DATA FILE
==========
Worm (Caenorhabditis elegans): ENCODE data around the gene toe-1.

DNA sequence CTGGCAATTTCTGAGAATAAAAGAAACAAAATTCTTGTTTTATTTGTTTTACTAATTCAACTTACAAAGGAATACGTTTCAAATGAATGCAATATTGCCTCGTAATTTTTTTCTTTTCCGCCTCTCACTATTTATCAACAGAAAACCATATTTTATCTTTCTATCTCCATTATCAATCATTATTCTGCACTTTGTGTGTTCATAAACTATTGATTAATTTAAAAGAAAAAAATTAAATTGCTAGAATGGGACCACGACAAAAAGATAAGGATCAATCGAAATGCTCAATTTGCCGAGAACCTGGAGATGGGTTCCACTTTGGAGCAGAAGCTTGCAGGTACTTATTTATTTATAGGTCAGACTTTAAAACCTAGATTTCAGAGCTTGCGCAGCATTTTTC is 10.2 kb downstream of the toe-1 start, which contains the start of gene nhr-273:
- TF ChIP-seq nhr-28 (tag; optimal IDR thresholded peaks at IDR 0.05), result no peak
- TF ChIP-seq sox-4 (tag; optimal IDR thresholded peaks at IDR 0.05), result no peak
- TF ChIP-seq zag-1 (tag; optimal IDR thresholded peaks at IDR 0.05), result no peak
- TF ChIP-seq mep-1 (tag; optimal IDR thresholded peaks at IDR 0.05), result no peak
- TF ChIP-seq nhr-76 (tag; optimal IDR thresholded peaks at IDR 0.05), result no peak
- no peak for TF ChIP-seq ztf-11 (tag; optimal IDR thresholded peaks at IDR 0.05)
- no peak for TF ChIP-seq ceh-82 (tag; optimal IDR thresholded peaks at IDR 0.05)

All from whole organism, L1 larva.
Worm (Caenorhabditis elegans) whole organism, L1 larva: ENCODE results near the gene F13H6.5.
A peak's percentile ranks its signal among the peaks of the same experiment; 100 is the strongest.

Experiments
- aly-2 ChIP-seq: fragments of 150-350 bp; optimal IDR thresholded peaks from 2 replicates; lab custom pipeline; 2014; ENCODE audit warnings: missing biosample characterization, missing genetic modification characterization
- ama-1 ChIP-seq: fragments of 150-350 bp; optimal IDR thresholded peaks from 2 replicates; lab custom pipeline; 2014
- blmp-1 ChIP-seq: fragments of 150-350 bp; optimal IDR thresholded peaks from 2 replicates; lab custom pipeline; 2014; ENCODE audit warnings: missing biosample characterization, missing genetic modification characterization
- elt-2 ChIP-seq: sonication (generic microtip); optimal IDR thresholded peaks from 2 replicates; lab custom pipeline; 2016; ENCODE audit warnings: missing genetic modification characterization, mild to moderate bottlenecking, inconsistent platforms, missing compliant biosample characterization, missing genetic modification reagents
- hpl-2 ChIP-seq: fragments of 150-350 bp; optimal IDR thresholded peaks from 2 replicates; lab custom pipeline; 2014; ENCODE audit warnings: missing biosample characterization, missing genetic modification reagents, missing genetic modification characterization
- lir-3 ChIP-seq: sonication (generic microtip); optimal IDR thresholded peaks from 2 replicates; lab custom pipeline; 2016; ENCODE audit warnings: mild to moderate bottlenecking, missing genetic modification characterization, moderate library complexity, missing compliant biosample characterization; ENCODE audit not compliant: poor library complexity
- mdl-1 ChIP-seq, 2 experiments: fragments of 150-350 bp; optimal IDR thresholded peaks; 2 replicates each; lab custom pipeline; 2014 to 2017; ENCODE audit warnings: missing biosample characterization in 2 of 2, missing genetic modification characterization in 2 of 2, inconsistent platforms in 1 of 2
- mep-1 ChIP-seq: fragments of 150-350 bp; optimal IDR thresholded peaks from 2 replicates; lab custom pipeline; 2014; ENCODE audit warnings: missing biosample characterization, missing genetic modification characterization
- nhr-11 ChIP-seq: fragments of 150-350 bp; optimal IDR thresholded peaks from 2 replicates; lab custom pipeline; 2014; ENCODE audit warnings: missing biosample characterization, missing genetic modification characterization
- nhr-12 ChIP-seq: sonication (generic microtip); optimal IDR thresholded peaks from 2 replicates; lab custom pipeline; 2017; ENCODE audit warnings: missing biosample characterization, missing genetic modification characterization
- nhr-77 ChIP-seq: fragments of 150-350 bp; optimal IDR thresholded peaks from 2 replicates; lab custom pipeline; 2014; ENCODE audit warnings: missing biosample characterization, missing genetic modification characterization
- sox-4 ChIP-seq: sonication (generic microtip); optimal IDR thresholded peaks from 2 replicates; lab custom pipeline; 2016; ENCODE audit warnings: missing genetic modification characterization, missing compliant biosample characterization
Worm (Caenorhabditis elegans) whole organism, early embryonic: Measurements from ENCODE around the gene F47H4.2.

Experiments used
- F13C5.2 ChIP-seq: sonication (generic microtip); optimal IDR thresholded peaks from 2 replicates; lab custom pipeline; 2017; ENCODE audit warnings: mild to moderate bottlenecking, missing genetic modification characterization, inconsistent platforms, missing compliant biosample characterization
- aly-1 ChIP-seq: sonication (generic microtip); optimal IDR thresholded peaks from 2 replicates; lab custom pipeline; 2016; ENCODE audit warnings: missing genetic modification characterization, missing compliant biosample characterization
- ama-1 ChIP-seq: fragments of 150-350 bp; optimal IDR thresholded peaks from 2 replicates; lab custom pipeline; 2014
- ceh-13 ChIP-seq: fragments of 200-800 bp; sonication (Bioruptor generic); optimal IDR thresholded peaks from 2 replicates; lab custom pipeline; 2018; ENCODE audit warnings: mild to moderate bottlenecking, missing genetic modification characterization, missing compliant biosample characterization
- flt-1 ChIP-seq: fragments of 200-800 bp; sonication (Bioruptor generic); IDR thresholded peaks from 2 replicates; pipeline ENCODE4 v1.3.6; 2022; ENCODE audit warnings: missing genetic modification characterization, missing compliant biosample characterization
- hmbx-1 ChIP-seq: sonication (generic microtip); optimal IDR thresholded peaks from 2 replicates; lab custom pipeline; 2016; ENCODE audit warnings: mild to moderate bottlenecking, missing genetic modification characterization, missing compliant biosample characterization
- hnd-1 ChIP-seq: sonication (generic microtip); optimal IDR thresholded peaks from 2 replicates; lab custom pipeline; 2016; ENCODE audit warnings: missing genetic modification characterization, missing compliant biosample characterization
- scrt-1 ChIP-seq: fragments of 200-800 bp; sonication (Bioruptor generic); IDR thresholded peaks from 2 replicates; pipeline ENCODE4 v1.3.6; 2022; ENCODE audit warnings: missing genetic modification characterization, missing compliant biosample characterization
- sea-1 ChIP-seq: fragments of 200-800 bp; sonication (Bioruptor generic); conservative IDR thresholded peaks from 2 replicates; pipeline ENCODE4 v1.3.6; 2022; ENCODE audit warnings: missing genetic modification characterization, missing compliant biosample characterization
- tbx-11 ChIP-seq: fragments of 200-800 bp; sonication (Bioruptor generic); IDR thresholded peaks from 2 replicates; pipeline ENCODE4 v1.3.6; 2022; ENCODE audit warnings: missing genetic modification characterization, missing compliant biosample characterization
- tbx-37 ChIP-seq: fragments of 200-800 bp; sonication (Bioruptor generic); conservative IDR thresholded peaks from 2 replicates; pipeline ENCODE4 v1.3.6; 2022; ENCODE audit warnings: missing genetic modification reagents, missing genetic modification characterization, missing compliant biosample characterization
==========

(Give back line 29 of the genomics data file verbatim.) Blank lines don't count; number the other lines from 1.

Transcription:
- aly-1 ChIP-seq: sonication (generic microtip); optimal IDR thresholded peaks from 2 replicates; lab custom pipeline; 2016; ENCODE audit warnings: missing genetic modification characterization, missing compliant biosample characterization